During my first few months living here, I played with a computer program to learn Vietnamese. Unfortunately I didn’t learn much (I have serious trouble remembering vocabulary words, something that never happened to me before while learning another language). But I couldn’t figure out why nobody understood a word I was saying. It wasn’t until a Saigonese friend told me she didn’t like to visit Hue or Hoi An because she could not understand the locals before I realized that, like everywhere else in the world, Vietnam has different accents. Complete ignorance and stupidity on my part. After all, there are distinct accents in the US, and even amongst the Southern states there are subtle differences if you pay attention. When I lived in Savannah, Georgia in the late 1990s I noticed how the local drawl was vastly different than the Mississippi accent that my great aunts Ima Lee and Lula Mae had. I’m not making this up; my Dad’s side of the family are as Southern as Southern can get. I have ancestors named Mattilu, Axom, and Cerena (Serena, Selenia, or even Cerenia, depending on the census taker of the time). And don’t even get me started on my Mom’s family; the lovely sing-song accent of my Provençal side of the family is about as un-Parisian-sounding as you can get.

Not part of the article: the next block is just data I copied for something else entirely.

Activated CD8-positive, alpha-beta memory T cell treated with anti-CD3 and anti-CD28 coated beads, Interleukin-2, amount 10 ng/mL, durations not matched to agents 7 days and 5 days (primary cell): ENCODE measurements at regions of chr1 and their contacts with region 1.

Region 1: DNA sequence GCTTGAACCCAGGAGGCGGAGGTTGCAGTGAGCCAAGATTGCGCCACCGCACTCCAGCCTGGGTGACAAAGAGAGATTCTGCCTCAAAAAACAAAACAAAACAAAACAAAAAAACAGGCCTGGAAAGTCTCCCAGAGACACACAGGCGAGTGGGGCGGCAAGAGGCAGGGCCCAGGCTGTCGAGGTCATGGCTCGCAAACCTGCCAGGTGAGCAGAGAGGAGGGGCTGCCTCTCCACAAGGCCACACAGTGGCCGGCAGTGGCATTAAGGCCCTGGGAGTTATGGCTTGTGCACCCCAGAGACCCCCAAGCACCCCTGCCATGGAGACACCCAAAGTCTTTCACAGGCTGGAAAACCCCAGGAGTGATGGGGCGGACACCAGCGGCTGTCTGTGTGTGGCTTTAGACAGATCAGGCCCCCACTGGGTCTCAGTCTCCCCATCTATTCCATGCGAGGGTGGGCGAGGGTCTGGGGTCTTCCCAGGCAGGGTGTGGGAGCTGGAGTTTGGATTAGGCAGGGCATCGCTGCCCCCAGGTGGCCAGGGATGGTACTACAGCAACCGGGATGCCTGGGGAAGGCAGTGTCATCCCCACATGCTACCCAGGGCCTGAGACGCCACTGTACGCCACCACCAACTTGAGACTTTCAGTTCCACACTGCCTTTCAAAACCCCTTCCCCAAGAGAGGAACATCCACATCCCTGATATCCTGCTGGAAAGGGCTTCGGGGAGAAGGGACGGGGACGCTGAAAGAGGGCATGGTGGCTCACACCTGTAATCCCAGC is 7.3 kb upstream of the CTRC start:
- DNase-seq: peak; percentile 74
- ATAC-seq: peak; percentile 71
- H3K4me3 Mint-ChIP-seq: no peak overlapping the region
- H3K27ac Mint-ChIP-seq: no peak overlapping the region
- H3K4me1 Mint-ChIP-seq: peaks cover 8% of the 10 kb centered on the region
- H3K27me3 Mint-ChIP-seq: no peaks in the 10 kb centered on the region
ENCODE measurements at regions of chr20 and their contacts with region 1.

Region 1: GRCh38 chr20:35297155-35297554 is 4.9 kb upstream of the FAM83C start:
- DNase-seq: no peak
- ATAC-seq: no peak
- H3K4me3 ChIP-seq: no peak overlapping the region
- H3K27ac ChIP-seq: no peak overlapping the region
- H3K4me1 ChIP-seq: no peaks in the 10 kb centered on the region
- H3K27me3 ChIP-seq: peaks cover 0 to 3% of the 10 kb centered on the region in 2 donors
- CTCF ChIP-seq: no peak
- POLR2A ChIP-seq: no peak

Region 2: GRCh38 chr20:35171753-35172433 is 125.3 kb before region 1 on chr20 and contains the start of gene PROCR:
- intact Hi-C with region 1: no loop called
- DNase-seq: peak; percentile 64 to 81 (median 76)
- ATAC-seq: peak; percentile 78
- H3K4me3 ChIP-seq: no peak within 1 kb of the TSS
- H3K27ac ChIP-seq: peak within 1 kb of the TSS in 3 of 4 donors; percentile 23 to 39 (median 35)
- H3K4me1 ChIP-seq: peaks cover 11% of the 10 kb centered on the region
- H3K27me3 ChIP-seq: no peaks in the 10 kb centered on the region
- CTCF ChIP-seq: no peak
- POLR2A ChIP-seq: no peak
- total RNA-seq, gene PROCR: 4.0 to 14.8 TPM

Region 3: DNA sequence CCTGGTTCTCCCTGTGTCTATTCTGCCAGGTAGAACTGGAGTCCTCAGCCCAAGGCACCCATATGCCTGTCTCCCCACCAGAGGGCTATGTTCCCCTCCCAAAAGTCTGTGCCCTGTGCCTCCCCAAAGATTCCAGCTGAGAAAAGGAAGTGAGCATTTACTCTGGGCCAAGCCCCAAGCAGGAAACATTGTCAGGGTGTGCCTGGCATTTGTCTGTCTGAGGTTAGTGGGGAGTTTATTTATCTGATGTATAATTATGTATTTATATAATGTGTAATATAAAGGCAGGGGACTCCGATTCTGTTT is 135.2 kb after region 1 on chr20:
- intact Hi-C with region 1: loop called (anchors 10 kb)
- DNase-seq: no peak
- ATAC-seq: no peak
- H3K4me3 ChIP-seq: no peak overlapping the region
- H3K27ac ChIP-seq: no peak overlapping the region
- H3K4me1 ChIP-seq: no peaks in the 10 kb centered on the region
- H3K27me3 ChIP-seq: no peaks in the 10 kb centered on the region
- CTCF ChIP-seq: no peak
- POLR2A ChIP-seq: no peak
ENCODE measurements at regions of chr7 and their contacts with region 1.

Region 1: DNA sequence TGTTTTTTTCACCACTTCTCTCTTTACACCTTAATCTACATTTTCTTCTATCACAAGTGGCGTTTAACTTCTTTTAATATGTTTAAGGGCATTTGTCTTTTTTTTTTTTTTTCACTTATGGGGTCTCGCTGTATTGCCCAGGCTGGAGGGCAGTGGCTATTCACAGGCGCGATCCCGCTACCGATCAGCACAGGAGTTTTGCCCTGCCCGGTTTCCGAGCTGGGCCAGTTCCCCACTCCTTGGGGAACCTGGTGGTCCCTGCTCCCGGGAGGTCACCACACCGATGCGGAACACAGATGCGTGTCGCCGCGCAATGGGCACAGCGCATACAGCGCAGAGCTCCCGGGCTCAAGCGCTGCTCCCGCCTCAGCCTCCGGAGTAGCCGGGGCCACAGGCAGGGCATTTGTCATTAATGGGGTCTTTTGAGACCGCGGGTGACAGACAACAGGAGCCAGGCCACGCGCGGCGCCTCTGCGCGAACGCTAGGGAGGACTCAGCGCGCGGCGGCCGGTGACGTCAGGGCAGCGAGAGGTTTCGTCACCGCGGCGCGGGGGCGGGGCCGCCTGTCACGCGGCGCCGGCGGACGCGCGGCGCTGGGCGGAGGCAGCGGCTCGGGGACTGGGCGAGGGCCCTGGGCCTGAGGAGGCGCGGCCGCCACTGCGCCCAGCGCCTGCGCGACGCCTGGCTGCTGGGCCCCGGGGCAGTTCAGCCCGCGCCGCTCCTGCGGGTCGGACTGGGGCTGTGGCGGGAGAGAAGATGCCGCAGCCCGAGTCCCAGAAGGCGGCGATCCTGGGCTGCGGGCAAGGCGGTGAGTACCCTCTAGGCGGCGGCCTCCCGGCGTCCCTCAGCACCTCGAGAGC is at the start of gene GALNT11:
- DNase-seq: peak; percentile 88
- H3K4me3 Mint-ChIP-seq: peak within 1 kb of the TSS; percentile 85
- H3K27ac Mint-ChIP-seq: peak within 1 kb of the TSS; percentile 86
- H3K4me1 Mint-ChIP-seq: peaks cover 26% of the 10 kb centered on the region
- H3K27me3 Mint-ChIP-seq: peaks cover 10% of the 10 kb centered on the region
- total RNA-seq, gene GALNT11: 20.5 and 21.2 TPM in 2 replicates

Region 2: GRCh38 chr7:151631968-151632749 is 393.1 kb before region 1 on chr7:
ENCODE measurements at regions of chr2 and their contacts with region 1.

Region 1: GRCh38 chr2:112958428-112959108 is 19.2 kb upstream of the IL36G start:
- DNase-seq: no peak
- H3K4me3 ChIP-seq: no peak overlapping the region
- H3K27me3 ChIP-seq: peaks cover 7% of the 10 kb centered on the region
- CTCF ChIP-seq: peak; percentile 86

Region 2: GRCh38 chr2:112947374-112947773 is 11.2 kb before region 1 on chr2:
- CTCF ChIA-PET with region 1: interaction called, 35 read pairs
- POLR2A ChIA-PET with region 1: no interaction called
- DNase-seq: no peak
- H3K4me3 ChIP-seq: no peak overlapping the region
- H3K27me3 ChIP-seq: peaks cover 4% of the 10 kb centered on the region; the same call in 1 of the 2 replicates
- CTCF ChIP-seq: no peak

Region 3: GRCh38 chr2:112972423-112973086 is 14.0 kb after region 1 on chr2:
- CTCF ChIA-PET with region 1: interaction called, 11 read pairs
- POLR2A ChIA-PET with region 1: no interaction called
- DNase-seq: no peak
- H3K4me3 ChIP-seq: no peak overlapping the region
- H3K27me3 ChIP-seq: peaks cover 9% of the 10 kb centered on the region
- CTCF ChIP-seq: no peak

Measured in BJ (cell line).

So all the Vietnamese online language programs, the Pimsleurs, Rosetta Stones, and Instant Immersions? They’re with the Hanoian accent. There are certain words that are used in Hanoi which aren’t used down south, such as vàng, the Vietnamese word for ‘yes’, which the Saigonese don’t use. I asked a friend if there was a word for ‘no’ (I thought it was không), and she said, “Used in what context? You don’t just say ‘no’ ”. Apparently không is Hanoian as well.
I’ve heard that a lot of the Grab bike drivers are from the Mekong Delta, which is why they don’t know the lay of the land in Saigon. And I’ve also heard that most of the taxi drivers are from Hanoi. After I abandoned my self-studies, I’ve tried to learn things the Saigonese way. I assumed that cab drivers didn’t understand me because I’m a westerner, but it didn’t occur to me that it was because I was now giving them an address with a Saigonese accent.
Take, for instance, the letter D. There are two Ds in Vietnamese: Đ (with the line through it) which has a western D sound; and D which is pronounced like a Y in Saigon and Z in Hanoi. If I get in a cab and gleefully exclaim, “NWIN YOO!” (I have a tendency to gleefully exclaim when I attempt any Vietnamese), 98 percent of the time the driver will turn around and look at me like I’m from Mars.
“Uh, Nwin Yoo?”, I then say, with a distinct question mark at the end. This is also a no-no. That changes the tone of the word, transforming it into a completely different word. Cab driver blinks, doesn’t say anything, so I fish out my phone and pull up the address to show him.
“Ah, NWIN ZOO!”, cab driver inevitably says, happily.
“Zoo?”, I say puzzled.
“ZOO. No ‘ZOO??’ Yes ‘ZOO’.”
“Okay, you’ve lost me”.
“NWIN ZOO. We go. Ha ha ha ha!”.
And off we go.
One day I’ll get the hang of this language.